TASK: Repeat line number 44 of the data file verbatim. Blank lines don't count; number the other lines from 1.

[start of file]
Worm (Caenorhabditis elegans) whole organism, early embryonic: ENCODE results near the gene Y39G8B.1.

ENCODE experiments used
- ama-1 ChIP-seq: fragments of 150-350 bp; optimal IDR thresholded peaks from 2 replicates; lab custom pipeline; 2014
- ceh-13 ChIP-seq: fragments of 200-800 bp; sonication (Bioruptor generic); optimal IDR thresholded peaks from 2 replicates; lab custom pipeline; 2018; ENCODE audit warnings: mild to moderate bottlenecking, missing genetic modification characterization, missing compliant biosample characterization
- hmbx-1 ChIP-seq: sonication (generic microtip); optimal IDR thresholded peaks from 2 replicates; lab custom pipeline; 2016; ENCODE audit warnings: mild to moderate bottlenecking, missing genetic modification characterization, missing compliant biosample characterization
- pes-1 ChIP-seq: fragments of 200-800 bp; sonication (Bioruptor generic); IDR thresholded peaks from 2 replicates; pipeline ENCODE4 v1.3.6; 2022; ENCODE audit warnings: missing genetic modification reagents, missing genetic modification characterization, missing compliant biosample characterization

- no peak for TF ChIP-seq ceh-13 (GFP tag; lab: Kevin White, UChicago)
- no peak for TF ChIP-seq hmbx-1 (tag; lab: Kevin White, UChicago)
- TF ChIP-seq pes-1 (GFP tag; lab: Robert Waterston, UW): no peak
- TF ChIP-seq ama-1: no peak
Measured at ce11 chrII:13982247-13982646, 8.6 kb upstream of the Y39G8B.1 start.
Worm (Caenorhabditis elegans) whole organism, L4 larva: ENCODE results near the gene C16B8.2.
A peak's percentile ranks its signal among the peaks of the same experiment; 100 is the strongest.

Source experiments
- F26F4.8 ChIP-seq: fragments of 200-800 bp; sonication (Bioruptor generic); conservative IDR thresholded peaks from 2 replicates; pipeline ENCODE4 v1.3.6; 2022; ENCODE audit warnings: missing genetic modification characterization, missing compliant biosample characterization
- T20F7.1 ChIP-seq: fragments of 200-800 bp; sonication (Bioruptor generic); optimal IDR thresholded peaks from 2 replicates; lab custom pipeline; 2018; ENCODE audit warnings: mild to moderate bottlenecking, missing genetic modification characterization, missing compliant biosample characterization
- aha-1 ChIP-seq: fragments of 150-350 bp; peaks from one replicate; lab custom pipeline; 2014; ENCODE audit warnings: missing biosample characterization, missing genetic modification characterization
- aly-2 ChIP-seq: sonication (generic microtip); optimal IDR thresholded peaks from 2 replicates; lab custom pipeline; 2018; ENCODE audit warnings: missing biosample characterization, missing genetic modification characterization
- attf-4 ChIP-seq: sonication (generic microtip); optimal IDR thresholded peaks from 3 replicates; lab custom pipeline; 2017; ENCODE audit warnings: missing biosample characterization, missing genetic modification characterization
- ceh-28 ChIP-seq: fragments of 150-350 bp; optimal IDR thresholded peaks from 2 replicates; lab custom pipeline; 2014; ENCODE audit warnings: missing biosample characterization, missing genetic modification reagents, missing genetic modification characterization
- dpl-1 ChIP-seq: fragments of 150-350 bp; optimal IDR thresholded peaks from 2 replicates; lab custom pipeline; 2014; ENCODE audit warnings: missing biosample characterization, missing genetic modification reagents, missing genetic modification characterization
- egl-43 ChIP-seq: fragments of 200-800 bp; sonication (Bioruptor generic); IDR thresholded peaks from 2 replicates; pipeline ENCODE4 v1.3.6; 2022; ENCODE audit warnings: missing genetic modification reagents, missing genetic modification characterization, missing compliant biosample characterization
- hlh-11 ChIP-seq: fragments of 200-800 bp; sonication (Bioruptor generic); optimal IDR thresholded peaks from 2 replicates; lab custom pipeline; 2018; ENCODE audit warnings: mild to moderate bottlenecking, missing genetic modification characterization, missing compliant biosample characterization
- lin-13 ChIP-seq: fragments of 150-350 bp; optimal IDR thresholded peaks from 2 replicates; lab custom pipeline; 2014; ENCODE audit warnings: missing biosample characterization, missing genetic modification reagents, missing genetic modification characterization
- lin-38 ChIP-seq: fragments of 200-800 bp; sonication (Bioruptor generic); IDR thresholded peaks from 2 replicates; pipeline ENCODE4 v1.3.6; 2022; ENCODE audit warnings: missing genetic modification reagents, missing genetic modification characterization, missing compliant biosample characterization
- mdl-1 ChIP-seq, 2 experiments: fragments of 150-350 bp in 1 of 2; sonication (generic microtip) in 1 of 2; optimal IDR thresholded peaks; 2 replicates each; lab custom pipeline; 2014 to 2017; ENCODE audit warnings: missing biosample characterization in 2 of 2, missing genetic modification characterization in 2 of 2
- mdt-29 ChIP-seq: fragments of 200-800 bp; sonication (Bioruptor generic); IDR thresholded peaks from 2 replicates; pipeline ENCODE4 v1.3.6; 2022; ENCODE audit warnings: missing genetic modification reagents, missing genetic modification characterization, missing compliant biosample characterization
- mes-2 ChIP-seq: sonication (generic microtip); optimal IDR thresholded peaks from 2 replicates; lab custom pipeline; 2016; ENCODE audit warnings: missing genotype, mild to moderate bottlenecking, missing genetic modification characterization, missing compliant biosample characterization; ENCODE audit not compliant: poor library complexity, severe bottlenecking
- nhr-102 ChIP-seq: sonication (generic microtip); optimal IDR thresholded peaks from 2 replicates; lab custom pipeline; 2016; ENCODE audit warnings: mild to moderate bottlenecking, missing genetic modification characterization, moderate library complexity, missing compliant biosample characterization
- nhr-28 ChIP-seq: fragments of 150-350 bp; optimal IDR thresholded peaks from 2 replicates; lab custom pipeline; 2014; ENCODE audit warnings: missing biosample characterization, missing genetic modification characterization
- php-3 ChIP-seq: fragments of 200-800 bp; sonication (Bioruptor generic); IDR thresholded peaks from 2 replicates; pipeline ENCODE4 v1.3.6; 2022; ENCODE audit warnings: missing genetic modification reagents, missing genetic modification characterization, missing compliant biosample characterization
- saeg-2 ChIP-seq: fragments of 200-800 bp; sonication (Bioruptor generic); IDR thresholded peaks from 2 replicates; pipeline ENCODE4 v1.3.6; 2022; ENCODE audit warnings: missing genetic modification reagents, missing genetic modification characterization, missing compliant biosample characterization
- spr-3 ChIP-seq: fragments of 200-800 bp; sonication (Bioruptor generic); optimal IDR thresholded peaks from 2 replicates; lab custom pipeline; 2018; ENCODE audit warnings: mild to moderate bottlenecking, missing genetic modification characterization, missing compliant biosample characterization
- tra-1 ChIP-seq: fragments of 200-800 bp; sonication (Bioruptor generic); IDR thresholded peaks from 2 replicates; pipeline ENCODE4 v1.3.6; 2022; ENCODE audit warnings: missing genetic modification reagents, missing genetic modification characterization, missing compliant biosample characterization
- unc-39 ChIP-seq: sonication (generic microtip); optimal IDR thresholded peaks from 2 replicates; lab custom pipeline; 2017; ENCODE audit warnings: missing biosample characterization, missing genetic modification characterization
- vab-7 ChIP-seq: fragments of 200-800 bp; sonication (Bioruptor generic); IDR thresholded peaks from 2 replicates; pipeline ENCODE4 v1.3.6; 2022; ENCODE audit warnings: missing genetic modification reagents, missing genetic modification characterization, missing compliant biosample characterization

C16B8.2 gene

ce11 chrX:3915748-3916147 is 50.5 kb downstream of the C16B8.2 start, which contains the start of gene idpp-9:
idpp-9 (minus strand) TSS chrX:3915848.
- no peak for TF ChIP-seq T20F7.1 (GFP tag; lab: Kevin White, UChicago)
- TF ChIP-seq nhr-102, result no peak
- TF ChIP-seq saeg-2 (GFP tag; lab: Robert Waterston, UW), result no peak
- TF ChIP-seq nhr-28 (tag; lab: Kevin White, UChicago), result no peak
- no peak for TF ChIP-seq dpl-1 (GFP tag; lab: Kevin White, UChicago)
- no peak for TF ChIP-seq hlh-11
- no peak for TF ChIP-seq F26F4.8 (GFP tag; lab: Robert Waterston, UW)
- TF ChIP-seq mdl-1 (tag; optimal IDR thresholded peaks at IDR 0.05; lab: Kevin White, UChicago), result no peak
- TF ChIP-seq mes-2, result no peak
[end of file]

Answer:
- no peak for TF ChIP-seq dpl-1 (GFP tag; lab: Kevin White, UChicago)